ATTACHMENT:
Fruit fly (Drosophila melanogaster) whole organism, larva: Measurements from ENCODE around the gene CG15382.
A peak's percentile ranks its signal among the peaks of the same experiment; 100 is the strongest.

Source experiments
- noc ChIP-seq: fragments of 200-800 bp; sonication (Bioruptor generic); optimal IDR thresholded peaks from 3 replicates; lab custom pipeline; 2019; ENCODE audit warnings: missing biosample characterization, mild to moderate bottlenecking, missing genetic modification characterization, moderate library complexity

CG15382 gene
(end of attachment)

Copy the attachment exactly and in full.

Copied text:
Fruit fly (Drosophila melanogaster) whole organism, larva: Measurements from ENCODE around the gene CG15382.
A peak's percentile ranks its signal among the peaks of the same experiment; 100 is the strongest.

Source experiments
- noc ChIP-seq: fragments of 200-800 bp; sonication (Bioruptor generic); optimal IDR thresholded peaks from 3 replicates; lab custom pipeline; 2019; ENCODE audit warnings: missing biosample characterization, mild to moderate bottlenecking, missing genetic modification characterization, moderate library complexity

CG15382 gene